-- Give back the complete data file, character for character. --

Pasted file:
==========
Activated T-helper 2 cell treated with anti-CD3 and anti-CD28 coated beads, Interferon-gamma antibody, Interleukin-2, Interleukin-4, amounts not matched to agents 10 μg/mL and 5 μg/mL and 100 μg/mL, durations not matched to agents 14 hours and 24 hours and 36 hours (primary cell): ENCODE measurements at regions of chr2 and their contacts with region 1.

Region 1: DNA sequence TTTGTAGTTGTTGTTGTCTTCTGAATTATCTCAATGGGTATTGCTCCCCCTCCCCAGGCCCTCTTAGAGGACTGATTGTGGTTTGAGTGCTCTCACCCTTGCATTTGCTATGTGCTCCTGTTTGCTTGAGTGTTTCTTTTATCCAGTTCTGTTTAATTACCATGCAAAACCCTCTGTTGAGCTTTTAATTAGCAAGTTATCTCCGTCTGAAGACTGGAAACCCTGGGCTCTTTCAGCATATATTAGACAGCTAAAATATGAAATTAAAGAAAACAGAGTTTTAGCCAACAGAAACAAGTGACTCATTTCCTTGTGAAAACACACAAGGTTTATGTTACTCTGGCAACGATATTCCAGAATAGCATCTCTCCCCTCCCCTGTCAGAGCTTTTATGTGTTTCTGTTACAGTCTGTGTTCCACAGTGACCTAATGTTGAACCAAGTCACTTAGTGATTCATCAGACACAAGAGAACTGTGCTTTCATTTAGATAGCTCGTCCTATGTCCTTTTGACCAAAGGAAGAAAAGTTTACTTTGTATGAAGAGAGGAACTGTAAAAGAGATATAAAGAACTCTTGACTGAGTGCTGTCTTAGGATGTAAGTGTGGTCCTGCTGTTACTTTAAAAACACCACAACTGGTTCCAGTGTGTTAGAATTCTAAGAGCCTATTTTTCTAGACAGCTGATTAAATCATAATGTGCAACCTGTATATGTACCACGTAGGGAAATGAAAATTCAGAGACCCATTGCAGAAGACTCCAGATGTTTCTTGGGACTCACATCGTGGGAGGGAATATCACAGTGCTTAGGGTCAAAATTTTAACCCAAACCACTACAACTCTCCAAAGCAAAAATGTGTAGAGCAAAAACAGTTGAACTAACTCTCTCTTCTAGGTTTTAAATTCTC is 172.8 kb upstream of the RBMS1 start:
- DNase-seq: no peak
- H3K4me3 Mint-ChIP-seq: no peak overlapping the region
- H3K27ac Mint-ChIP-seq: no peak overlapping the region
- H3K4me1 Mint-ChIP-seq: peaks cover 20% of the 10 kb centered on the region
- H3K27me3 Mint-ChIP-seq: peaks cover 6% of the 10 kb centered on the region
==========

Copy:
Activated T-helper 2 cell treated with anti-CD3 and anti-CD28 coated beads, Interferon-gamma antibody, Interleukin-2, Interleukin-4, amounts not matched to agents 10 μg/mL and 5 μg/mL and 100 μg/mL, durations not matched to agents 14 hours and 24 hours and 36 hours (primary cell): ENCODE measurements at regions of chr2 and their contacts with region 1.

Region 1: DNA sequence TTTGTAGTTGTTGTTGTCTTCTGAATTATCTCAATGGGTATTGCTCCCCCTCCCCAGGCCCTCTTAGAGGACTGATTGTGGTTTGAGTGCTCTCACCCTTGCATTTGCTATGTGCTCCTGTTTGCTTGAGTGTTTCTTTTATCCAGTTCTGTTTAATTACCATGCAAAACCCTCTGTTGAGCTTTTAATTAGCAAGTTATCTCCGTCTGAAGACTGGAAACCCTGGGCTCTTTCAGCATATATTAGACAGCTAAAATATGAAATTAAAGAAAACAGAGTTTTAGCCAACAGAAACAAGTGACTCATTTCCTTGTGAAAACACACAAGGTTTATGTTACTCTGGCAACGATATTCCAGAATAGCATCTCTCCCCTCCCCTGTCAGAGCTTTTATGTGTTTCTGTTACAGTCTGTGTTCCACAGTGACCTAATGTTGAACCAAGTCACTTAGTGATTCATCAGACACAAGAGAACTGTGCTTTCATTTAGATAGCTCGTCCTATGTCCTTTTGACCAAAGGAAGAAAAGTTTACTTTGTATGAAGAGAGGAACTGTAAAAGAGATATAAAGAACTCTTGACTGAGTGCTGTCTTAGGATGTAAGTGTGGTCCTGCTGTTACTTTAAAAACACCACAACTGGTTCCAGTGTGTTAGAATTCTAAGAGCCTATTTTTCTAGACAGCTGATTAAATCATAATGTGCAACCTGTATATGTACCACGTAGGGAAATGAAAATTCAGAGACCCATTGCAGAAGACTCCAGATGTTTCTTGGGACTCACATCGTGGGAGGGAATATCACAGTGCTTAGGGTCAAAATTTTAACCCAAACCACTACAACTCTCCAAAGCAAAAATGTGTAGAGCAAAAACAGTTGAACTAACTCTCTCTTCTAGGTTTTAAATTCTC is 172.8 kb upstream of the RBMS1 start:
- DNase-seq: no peak
- H3K4me3 Mint-ChIP-seq: no peak overlapping the region
- H3K27ac Mint-ChIP-seq: no peak overlapping the region
- H3K4me1 Mint-ChIP-seq: peaks cover 20% of the 10 kb centered on the region
- H3K27me3 Mint-ChIP-seq: peaks cover 6% of the 10 kb centered on the region